Aston Martin camouflage secrets revealedDecember 23, 2019
Disguising the chic new Aston Martin car takes a lot more resources than you could imagine.
If there are gifts under the Christmas tree, they are hard to miss, as they are wrapped in bright shiny packaging. Despite guesswork, you are unlikely to know their contents for sure until you unpack them on January 1st. And if under your tree (if it is so big) a gift wrapped in a film from Sam Holgate accidentally turned out to be, then you are unlikely to know what is inside, as the whole world did not know until the premiere, what Aston Martin DBX actually looks like.
When Holgate is not busy developing machines such as the latest Vantage machines, he is responsible for the Aston Martin camouflage “clothing”, which aims to mask the look of the new model. Camouflage livery does not hide the existence of a new car, moreover, bizarre black and white curls or other increasingly brighter patterns, of course, will not be difficult to notice, because this will clearly draw attention to the car. Why do this?
The zebras are to blame. There is a theory that their black-and-white stripes developed to confuse predators who would be blinded by rattling lines and who could not understand in which direction the animal was moving. During the war, some participants painted battleships in bright stripes to confuse the enemy.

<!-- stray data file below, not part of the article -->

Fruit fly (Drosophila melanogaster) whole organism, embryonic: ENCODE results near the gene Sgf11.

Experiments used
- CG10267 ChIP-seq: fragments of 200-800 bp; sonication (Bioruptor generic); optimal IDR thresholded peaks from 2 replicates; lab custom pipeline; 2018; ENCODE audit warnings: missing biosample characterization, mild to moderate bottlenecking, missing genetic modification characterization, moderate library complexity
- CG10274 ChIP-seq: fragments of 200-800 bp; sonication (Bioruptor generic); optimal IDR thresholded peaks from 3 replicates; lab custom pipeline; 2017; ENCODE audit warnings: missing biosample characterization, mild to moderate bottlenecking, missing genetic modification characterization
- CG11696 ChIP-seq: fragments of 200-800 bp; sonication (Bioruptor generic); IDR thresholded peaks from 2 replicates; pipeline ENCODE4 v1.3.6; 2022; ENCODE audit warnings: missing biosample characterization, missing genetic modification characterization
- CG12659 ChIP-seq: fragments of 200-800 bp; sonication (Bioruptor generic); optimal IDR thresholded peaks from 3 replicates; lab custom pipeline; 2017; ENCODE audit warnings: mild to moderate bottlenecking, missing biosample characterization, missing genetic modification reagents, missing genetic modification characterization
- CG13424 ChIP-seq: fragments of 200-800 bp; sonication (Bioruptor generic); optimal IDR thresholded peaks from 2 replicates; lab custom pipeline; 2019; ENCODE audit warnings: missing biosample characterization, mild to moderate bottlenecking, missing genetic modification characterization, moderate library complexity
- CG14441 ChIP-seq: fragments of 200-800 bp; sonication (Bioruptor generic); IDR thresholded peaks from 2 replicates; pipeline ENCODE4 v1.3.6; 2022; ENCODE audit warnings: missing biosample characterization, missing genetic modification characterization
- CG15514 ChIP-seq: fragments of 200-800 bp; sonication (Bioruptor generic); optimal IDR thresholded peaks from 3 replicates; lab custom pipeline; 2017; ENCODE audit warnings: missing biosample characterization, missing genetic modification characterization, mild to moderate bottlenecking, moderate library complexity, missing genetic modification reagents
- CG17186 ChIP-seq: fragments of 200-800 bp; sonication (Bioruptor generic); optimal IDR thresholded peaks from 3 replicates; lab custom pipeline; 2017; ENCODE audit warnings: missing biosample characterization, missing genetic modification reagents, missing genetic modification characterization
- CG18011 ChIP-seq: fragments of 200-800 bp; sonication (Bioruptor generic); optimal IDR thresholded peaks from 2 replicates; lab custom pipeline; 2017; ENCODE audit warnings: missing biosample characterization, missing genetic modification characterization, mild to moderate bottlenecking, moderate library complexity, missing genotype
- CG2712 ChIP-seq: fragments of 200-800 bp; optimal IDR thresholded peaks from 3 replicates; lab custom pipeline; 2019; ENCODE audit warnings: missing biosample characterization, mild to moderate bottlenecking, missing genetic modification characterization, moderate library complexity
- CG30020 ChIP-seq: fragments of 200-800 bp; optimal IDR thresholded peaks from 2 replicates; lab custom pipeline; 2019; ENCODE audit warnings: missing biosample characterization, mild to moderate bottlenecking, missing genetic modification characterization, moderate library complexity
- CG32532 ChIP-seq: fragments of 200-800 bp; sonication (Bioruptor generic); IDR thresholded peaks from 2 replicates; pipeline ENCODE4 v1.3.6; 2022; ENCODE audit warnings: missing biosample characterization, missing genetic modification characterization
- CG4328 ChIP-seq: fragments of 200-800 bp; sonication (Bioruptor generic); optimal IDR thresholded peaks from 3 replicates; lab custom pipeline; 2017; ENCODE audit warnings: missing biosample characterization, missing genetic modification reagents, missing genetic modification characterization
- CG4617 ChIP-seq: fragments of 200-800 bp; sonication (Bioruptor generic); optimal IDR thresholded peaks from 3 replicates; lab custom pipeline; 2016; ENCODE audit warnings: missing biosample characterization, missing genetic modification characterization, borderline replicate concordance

When a car begins to be tested in public, designers must admit that they will see it, and the idea of camouflage film is to hide the details. It is not only about disclosure being a surprise: the intellectual property of key design features of automobiles will be patented, so firms must keep these designs secret until the certification process is finally completed.
With the DBX, “it was obvious that it was our first SUV on the road,” says Holgate, and the packaging became “a great moving billboard showing us, our logo, and even our partners.” This is all part of the expectation of construction. ”
Aston Martin first applied custom-made camouflage, inspired by the company’s old logo, at the latest Vantage, and then switched from black and white to bright green in the GTE racing version. DBX received a new film in the style of the tread of an off-road tire.
Holgate admits that there is no exact science in design other than creating something with sharp edges and patterns that distort the true shape of the car. He develops a film based on 2D images, sometimes ending with a single 3D rendering as proof of concept. After gluing vinyl sheets onto the car, partner logos and other design elements are added.
Aston Martin also uses “thinner” physical masking elements in the form of foam blocks attached to the car. A wrapper helps hide the location of these elements. But there are some details, such as the grille or the rear wing, which are simply impossible to hide, so Holgate is not trying to do this.
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